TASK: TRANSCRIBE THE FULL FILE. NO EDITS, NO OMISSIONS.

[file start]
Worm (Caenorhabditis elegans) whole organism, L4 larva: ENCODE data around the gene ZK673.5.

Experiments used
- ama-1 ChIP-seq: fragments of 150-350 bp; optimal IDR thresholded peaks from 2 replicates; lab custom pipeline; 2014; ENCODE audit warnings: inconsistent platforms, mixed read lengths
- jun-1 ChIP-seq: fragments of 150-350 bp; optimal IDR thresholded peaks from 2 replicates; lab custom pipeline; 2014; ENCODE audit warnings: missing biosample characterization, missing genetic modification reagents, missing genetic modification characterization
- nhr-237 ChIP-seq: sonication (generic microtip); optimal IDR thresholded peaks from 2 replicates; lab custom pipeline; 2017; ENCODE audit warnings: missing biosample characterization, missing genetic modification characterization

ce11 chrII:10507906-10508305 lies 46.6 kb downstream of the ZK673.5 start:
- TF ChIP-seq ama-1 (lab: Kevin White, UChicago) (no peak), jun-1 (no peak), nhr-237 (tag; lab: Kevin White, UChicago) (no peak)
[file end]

Worm (Caenorhabditis elegans) whole organism, L4 larva: ENCODE data around the gene ZK673.5.

Experiments used
- ama-1 ChIP-seq: fragments of 150-350 bp; optimal IDR thresholded peaks from 2 replicates; lab custom pipeline; 2014; ENCODE audit warnings: inconsistent platforms, mixed read lengths
- jun-1 ChIP-seq: fragments of 150-350 bp; optimal IDR thresholded peaks from 2 replicates; lab custom pipeline; 2014; ENCODE audit warnings: missing biosample characterization, missing genetic modification reagents, missing genetic modification characterization
- nhr-237 ChIP-seq: sonication (generic microtip); optimal IDR thresholded peaks from 2 replicates; lab custom pipeline; 2017; ENCODE audit warnings: missing biosample characterization, missing genetic modification characterization

ce11 chrII:10507906-10508305 lies 46.6 kb downstream of the ZK673.5 start:
- TF ChIP-seq ama-1 (lab: Kevin White, UChicago) (no peak), jun-1 (no peak), nhr-237 (tag; lab: Kevin White, UChicago) (no peak)